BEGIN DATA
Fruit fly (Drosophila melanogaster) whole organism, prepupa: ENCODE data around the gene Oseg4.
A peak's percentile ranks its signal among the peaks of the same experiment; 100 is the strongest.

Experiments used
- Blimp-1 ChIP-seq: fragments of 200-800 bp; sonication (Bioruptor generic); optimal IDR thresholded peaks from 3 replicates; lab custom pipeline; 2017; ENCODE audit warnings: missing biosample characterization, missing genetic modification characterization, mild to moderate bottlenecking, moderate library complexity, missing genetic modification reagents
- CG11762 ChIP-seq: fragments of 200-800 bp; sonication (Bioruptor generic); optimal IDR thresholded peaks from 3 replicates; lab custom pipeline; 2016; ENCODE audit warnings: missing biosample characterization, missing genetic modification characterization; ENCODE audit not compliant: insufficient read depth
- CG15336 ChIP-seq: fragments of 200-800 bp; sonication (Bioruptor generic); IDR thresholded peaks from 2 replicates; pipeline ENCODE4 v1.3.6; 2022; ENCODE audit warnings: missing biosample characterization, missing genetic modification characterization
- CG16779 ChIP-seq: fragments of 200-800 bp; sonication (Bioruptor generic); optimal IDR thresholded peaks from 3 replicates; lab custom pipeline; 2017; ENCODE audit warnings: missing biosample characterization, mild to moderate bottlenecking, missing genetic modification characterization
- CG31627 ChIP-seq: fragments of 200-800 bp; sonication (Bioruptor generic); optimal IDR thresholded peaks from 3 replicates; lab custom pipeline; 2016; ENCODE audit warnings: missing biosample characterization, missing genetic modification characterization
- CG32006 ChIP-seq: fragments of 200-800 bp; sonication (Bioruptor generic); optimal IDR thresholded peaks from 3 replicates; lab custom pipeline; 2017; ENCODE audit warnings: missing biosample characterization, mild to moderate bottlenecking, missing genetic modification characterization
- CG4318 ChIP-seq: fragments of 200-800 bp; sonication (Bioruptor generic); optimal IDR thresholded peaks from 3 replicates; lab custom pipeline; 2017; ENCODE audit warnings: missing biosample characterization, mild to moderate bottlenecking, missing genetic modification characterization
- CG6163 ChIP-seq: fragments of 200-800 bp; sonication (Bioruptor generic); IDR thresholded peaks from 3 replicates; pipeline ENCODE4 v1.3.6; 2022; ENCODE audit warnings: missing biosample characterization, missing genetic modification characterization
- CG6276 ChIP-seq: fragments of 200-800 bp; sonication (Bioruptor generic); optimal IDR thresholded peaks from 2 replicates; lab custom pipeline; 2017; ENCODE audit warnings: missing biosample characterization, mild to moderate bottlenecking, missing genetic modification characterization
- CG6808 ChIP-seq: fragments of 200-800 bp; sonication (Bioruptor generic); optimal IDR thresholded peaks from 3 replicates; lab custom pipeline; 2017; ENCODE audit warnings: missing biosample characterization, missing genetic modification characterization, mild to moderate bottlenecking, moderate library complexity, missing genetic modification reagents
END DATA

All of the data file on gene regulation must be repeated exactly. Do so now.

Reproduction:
Fruit fly (Drosophila melanogaster) whole organism, prepupa: ENCODE data around the gene Oseg4.
A peak's percentile ranks its signal among the peaks of the same experiment; 100 is the strongest.

Experiments used
- Blimp-1 ChIP-seq: fragments of 200-800 bp; sonication (Bioruptor generic); optimal IDR thresholded peaks from 3 replicates; lab custom pipeline; 2017; ENCODE audit warnings: missing biosample characterization, missing genetic modification characterization, mild to moderate bottlenecking, moderate library complexity, missing genetic modification reagents
- CG11762 ChIP-seq: fragments of 200-800 bp; sonication (Bioruptor generic); optimal IDR thresholded peaks from 3 replicates; lab custom pipeline; 2016; ENCODE audit warnings: missing biosample characterization, missing genetic modification characterization; ENCODE audit not compliant: insufficient read depth
- CG15336 ChIP-seq: fragments of 200-800 bp; sonication (Bioruptor generic); IDR thresholded peaks from 2 replicates; pipeline ENCODE4 v1.3.6; 2022; ENCODE audit warnings: missing biosample characterization, missing genetic modification characterization
- CG16779 ChIP-seq: fragments of 200-800 bp; sonication (Bioruptor generic); optimal IDR thresholded peaks from 3 replicates; lab custom pipeline; 2017; ENCODE audit warnings: missing biosample characterization, mild to moderate bottlenecking, missing genetic modification characterization
- CG31627 ChIP-seq: fragments of 200-800 bp; sonication (Bioruptor generic); optimal IDR thresholded peaks from 3 replicates; lab custom pipeline; 2016; ENCODE audit warnings: missing biosample characterization, missing genetic modification characterization
- CG32006 ChIP-seq: fragments of 200-800 bp; sonication (Bioruptor generic); optimal IDR thresholded peaks from 3 replicates; lab custom pipeline; 2017; ENCODE audit warnings: missing biosample characterization, mild to moderate bottlenecking, missing genetic modification characterization
- CG4318 ChIP-seq: fragments of 200-800 bp; sonication (Bioruptor generic); optimal IDR thresholded peaks from 3 replicates; lab custom pipeline; 2017; ENCODE audit warnings: missing biosample characterization, mild to moderate bottlenecking, missing genetic modification characterization
- CG6163 ChIP-seq: fragments of 200-800 bp; sonication (Bioruptor generic); IDR thresholded peaks from 3 replicates; pipeline ENCODE4 v1.3.6; 2022; ENCODE audit warnings: missing biosample characterization, missing genetic modification characterization
- CG6276 ChIP-seq: fragments of 200-800 bp; sonication (Bioruptor generic); optimal IDR thresholded peaks from 2 replicates; lab custom pipeline; 2017; ENCODE audit warnings: missing biosample characterization, mild to moderate bottlenecking, missing genetic modification characterization
- CG6808 ChIP-seq: fragments of 200-800 bp; sonication (Bioruptor generic); optimal IDR thresholded peaks from 3 replicates; lab custom pipeline; 2017; ENCODE audit warnings: missing biosample characterization, missing genetic modification characterization, mild to moderate bottlenecking, moderate library complexity, missing genetic modification reagents